'Internet predator' stereotypes not accurate: Study

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Washington, Feb 19 : Contrary to popular notion, most Internet sex predators are not adults who target young children by posing as another youth and luring them to meetings, then abducting or forcibly raping them, says a new study.

The study found that most Internet sex offenders target teens and seduce victims into sexual relationships after developing the trust and confidence of victims, so that the teens believe that they are in love.

The study was based on three surveys. Two were telephonic interviews including 3,000 Internet users between 10 years and 17 years while the other involved 612 interviews with federal, state and local law enforcement officials in the United States.

According to the researchers, people who were most vulnerable to online sex offenders had histories of sexual or physical abuse, family problems, and were those who talked online about sex to unknown people.

"Most Internet-initiated sex crimes involve adult men who are open about their interest in sex," said Janis Wolak, lead researcher.

"The offenders use instant messages, e-mail and chat rooms to meet and develop intimate relationships with their victims. In most of the cases, the victims are aware that they are talking online with adults," she added.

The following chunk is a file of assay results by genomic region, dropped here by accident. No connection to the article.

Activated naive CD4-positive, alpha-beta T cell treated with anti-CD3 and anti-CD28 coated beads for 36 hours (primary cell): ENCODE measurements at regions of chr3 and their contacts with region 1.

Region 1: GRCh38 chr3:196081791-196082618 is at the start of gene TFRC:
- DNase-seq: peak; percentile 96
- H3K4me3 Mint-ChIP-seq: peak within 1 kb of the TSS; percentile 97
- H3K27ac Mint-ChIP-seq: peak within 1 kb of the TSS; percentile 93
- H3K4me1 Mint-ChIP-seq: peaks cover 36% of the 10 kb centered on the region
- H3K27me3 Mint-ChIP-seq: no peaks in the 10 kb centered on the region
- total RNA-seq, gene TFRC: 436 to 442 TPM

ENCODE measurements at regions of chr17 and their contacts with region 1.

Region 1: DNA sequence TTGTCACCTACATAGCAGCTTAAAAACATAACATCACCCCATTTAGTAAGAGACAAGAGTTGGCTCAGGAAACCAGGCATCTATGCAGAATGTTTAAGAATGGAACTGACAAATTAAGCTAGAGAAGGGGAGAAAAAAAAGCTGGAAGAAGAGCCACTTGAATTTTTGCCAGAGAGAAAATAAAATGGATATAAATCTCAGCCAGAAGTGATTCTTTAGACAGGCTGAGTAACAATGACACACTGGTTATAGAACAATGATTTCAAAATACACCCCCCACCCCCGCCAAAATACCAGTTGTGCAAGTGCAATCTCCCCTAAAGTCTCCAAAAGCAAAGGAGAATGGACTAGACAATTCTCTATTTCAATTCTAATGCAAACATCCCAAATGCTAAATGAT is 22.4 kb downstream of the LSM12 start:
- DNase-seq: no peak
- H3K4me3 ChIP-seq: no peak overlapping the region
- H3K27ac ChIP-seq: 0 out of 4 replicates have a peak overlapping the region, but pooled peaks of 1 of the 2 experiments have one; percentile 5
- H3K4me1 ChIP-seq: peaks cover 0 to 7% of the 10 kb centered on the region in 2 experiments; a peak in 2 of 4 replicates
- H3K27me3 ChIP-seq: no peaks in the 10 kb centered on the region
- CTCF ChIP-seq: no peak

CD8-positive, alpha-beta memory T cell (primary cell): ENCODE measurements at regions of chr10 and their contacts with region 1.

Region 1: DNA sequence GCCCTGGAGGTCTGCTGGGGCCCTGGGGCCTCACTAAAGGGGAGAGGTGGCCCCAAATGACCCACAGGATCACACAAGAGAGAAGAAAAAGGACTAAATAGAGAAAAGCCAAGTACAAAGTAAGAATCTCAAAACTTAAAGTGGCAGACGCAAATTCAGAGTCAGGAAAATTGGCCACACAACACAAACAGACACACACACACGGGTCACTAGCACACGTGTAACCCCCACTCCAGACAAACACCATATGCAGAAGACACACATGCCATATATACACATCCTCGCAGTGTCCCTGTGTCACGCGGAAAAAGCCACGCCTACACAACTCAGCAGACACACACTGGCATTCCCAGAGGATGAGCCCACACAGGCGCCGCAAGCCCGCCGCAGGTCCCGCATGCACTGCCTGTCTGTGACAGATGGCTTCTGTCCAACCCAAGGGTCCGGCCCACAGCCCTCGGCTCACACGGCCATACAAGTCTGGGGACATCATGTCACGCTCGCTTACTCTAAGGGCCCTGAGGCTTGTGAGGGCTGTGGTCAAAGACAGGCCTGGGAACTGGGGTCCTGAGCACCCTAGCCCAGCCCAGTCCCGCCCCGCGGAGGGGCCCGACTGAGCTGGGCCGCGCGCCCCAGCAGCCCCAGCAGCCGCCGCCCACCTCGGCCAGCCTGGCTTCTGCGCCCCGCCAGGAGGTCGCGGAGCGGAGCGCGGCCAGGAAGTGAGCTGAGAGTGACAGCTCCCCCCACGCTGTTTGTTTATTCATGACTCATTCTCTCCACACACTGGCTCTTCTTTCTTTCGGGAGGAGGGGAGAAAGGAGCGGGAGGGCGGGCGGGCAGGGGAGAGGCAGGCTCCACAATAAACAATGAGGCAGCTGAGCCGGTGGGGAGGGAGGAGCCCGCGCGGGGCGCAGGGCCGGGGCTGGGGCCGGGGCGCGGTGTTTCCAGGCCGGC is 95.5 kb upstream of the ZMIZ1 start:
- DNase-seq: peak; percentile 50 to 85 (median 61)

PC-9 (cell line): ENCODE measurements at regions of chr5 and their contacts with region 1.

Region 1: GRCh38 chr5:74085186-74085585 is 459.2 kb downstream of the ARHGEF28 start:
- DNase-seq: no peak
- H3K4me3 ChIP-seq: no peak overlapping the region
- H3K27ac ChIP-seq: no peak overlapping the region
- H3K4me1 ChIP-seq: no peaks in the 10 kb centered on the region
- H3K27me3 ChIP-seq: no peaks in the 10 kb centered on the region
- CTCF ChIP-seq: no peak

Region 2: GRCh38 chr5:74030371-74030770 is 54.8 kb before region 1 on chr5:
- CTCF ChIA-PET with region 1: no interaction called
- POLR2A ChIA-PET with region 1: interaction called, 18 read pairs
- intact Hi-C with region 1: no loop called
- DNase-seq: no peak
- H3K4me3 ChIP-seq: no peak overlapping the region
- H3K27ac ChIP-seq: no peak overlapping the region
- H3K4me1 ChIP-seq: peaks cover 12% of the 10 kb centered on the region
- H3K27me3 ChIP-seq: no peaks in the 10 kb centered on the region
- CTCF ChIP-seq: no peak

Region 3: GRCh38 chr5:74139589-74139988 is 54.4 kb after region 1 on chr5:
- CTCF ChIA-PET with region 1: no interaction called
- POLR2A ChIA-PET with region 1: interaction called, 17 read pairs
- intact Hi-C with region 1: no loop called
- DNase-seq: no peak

The findings also revealed that youth engaged in four or more risky online behaviours were much more likely to report receiving online sexual solicitations.

The online risky behaviours included maintaining buddy lists that included strangers, discussing sex online with people they did not know in person and being rude or nasty online.

"To prevent these crimes, we need accurate information about their true dynamics," said Wolak.

"The things that we hear and fear and the things that actually occur may not be the same. The newness of the environment makes it hard to see where the danger is," she added.

The findings are published in the February/March issue of American Psychologist.

ANI

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